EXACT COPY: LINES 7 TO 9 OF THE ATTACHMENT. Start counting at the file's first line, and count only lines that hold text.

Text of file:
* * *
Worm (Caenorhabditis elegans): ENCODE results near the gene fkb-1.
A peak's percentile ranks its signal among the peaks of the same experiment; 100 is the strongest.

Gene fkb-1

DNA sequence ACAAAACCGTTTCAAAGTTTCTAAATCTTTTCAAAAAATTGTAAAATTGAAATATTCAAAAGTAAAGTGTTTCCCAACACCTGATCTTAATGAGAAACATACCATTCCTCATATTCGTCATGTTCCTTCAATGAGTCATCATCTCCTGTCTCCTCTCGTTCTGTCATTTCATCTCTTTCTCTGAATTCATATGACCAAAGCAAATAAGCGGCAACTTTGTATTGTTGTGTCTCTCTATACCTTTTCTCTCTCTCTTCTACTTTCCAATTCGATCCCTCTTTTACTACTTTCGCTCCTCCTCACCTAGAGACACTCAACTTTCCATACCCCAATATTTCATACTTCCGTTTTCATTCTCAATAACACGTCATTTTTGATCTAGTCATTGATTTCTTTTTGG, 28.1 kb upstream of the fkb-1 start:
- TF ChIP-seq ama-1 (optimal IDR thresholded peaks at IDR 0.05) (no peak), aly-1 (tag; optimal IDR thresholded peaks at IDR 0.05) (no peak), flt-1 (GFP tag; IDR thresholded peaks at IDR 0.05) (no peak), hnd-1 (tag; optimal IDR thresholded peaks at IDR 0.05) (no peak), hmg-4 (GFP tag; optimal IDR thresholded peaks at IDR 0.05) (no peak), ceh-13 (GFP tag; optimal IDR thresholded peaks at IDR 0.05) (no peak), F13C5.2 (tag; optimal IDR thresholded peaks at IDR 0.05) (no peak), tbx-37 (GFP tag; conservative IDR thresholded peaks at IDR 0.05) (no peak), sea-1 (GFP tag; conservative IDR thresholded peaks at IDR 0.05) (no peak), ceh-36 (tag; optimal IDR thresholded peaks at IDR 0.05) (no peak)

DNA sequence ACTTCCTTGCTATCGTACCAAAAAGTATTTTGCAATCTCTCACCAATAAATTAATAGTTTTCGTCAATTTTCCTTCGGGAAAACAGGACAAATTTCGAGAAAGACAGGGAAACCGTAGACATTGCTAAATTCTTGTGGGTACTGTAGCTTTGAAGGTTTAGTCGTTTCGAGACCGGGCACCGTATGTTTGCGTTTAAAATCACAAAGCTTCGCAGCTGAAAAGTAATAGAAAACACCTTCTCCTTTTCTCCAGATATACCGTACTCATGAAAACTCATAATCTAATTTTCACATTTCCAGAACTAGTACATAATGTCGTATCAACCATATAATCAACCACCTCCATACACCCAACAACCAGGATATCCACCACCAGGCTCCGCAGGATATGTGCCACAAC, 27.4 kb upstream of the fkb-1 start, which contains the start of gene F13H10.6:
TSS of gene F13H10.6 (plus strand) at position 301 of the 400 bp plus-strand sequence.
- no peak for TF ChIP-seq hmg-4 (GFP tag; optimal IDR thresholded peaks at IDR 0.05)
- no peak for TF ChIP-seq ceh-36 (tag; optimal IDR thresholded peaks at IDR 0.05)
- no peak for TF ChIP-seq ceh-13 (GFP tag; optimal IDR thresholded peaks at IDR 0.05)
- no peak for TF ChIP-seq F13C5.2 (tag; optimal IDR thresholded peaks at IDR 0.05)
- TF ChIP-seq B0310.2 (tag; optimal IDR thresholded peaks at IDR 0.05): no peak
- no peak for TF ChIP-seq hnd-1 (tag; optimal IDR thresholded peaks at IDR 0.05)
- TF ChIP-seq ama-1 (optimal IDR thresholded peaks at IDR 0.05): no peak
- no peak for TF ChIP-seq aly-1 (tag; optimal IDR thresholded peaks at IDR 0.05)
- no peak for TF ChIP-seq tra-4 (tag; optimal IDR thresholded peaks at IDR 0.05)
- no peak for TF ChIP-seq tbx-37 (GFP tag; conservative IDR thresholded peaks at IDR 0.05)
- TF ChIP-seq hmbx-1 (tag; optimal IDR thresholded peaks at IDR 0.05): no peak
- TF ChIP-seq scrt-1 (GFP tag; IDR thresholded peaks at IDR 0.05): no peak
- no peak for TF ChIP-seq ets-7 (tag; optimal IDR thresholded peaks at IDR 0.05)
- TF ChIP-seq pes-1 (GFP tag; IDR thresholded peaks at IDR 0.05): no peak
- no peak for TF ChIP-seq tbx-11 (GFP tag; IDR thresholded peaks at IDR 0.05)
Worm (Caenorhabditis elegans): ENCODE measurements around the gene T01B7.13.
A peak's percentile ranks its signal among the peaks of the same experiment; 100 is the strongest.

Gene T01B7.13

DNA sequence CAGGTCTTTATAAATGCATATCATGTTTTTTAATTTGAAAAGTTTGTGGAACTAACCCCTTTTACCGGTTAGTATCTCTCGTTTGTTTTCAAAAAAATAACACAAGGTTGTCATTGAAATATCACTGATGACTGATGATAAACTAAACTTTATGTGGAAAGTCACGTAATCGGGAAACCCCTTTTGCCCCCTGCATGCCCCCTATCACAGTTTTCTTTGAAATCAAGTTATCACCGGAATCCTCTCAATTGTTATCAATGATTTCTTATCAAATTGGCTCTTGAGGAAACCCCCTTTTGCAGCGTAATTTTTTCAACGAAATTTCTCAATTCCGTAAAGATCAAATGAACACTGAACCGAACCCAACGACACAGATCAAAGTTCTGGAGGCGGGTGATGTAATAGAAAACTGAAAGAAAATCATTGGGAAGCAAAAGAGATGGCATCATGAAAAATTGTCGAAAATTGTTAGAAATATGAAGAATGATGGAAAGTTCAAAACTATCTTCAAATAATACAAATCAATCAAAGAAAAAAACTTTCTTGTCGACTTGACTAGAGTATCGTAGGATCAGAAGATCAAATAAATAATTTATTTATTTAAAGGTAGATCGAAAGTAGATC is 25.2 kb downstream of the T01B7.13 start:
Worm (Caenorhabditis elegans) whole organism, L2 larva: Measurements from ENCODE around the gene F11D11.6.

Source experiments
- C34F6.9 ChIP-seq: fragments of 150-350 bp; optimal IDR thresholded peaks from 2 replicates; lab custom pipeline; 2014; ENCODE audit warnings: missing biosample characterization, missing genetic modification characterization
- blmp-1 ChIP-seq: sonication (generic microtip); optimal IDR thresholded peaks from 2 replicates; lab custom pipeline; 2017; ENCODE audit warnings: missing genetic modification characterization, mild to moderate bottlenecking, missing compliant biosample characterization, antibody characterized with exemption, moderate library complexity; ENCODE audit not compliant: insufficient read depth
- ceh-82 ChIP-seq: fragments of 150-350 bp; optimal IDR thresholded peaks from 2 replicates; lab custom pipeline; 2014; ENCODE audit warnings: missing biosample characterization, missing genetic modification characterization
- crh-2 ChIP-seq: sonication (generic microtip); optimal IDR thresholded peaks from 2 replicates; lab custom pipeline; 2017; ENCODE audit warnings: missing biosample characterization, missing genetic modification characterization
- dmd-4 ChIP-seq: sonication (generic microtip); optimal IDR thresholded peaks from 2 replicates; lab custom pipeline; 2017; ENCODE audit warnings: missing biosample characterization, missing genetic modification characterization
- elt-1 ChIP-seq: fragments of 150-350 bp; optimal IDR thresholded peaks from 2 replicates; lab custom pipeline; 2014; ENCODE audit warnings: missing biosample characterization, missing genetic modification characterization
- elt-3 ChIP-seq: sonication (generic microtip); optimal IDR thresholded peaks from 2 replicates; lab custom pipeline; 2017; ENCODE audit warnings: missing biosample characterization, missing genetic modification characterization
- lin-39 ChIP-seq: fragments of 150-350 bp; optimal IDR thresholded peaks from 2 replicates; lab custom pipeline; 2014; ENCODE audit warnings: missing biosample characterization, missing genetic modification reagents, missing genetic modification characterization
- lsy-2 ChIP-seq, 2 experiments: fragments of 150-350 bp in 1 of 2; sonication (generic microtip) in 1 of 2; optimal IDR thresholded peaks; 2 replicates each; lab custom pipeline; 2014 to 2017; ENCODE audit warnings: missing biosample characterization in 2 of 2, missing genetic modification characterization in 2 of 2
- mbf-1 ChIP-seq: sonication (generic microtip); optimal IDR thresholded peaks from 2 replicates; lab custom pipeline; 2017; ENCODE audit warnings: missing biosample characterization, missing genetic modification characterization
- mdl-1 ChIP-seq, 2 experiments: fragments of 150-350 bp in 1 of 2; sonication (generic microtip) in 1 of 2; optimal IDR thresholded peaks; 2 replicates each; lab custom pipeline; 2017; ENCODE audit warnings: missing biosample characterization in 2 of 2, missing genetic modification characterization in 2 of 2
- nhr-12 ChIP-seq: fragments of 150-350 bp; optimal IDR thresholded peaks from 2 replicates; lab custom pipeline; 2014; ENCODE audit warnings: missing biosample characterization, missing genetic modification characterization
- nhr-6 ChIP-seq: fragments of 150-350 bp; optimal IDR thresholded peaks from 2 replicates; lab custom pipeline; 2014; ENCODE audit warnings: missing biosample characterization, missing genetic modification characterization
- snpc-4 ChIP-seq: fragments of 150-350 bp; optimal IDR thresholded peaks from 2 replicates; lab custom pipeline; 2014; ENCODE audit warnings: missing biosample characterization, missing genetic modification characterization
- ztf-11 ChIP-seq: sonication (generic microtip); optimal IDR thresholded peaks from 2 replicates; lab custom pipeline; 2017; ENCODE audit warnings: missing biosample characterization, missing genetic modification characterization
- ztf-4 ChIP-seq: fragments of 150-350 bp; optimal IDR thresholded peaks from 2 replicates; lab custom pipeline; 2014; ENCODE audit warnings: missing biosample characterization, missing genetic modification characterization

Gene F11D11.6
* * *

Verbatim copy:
TSS of gene F13H10.6 (plus strand) at position 301 of the 400 bp plus-strand sequence.
- no peak for TF ChIP-seq hmg-4 (GFP tag; optimal IDR thresholded peaks at IDR 0.05)
- no peak for TF ChIP-seq ceh-36 (tag; optimal IDR thresholded peaks at IDR 0.05)